The idea of potty training a toddler has always scared me, but what I witnessed with my three-year-old cousin brought this fear to another level. We were having a massive family dinner, one of those events bringing together our huge extended family for hours of eating, drinking, games and sitting around trying to fit three months’ worth of gossip into one evening. Right in the middle of everything, Olivia, a bright-eyed blonde little girl with enough energy for about four children, stopped, dropped the doll she was holding, and crossed her legs. A high-pitched squeal came from her mouth and I saw her mother dart across the living room, scoop the little girl up and rush off to the bathroom. Several minutes later they returned and Olivia went back to playing.

Fifteen minutes later the process repeated itself. This time Olivia squealed the entire time she was in the bathroom. This happened six times in the next two hours, each time becoming louder and more unnerving. Finally, Olivia seemed exhausted by the ordeal and fell asleep draped across her mother’s lap. Addison looked harried, but not as though this was something she had not gone through before. I worked up my nerve to ask what had just happened and she told me Olivia was constipated and retaining. Everyone knows the stress of constipation, but what had made it so traumatic for Olivia? Why was she having such a difficult time overcoming her potty training ordeal?

Constipation is not a fun experience for anyone, but for infants, toddlers and preschool-age children, it can be a genuinely traumatic experience. While not much is known about why severe constipation manifests in some children or the reasons behind many children not recovering from it fully, researchers have noticed trends among those little ones who suffer so terribly from the condition. While all children will experience fluctuations in bowel activity, some children will experience marked symptoms of constipation. Chronic constipation is characterized by symptoms including bowel movements fewer than three times per week, hard stools, difficulty passing stools, painful bowel movements often accompanied by screaming, soiling and the tendency to withhold stool as to avoid the pain and stress. These symptoms are often seen in higher numbers among girls, who tend to have a more psychological response to toileting.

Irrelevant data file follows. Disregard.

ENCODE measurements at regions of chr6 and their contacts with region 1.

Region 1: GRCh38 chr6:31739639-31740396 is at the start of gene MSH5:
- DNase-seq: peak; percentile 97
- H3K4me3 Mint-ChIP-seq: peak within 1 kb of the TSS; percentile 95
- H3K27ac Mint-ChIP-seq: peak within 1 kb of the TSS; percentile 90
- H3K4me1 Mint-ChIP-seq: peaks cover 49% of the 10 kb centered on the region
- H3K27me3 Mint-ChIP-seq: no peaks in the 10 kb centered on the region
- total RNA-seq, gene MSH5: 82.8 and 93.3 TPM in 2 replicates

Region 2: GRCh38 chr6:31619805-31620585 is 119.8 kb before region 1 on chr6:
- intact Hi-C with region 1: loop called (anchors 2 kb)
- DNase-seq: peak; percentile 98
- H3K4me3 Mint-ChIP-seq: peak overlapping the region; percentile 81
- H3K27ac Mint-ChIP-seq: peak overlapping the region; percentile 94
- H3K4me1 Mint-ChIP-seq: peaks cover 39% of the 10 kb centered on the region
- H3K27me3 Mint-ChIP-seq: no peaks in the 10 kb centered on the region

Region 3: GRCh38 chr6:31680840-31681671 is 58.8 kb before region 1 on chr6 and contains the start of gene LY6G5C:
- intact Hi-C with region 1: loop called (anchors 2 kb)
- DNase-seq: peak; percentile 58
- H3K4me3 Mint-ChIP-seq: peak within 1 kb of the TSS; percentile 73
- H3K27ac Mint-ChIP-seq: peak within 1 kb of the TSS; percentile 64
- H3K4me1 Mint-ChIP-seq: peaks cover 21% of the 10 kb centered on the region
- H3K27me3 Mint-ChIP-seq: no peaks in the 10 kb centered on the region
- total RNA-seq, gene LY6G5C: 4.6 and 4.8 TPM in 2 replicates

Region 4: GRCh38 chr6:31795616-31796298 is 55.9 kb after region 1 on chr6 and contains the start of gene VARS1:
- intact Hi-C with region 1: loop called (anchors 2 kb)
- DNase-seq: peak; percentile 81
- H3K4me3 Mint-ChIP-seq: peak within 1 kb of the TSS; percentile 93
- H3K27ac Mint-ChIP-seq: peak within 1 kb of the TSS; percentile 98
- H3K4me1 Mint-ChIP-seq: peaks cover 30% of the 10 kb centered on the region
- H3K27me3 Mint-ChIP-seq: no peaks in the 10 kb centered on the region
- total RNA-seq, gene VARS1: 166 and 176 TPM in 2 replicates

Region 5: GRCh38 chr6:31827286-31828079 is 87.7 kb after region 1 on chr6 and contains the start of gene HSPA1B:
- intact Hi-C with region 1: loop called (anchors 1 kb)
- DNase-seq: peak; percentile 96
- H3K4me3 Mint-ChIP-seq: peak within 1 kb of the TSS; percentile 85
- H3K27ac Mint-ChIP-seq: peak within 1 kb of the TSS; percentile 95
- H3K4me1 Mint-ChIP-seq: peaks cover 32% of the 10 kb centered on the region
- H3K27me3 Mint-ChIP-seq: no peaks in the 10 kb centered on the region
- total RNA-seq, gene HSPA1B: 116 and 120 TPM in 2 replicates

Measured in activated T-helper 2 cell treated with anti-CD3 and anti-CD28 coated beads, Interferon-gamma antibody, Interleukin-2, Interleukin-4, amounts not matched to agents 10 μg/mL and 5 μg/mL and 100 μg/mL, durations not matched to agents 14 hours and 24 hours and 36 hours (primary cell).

Chronic constipation in infants, toddlers and preschool children can be treated with high levels of dietary fiber and doses of milk of magnesia. Children are considered to have achieved recovery when they no longer soil, are no longer withholding and are able to pass three or more normal-sized bowel movements per week even after stopping treatment. Up to a third of children, however, will not recover. Within days of stopping treatment the pain, soiling, withholding and lack of bowel movements will return. Parents coping with this condition with their young children may find themselves bringing their child to the restroom dozens of times per day only to see tiny bowel movements and hearing horrible screams from their children who are in pain due to the hardness of the stool, pressure of the unreleased stool and skin irritation and breakage due to passing hard stools and repeated wiping. Parents whose children do not recover after treatment should continue treatment and seek further medical treatment to reduce the pain and physical and emotional trauma to their children.

Source: Loening-Baucke V. Constipation in early childhood: patient characteristics, treatment and longterm follow up. GUT International Journal of Gastroenterology and Hepatology. Volume 34, Issue 10, pp 1400-1404, 1993.

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